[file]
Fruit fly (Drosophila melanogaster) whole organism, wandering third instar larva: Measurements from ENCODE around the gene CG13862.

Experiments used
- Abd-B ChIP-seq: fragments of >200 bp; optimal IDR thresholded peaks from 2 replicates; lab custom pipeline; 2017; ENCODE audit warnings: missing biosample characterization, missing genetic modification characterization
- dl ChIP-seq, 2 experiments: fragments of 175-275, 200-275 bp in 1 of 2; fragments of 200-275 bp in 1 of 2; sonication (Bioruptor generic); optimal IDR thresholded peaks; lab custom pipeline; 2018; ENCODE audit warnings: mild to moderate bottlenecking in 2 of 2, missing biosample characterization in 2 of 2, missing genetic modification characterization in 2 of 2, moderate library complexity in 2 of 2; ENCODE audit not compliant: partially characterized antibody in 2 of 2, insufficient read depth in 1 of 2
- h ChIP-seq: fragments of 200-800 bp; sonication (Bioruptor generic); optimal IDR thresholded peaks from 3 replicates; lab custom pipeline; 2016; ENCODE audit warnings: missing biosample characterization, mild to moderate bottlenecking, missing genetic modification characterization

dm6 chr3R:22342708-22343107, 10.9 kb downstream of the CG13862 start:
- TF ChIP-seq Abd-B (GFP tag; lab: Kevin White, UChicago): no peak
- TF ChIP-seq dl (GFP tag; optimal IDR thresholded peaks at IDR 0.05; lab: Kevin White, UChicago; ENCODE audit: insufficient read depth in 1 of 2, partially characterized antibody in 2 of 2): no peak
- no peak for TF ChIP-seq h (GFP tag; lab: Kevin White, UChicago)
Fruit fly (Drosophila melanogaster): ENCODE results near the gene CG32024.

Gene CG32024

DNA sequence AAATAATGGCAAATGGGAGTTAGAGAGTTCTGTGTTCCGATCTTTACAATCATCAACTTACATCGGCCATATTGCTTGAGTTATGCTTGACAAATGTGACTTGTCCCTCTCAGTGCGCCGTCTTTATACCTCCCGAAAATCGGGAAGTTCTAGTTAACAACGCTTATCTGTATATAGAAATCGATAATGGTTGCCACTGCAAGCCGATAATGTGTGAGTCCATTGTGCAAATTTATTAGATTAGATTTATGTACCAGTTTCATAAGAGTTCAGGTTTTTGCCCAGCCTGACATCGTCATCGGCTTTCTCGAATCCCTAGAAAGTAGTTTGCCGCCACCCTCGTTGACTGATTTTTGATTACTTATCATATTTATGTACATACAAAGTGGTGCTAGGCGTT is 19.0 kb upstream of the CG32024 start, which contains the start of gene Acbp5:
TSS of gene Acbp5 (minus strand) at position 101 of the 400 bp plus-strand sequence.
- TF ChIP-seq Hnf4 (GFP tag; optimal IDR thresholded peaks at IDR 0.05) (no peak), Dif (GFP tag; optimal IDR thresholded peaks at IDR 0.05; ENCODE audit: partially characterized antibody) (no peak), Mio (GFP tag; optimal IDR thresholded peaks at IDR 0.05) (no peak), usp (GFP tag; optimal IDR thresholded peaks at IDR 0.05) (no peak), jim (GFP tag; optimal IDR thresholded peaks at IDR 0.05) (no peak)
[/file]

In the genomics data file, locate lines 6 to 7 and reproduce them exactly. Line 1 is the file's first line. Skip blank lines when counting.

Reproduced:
dm6 chr3R:22342708-22343107, 10.9 kb downstream of the CG13862 start:
- TF ChIP-seq Abd-B (GFP tag; lab: Kevin White, UChicago): no peak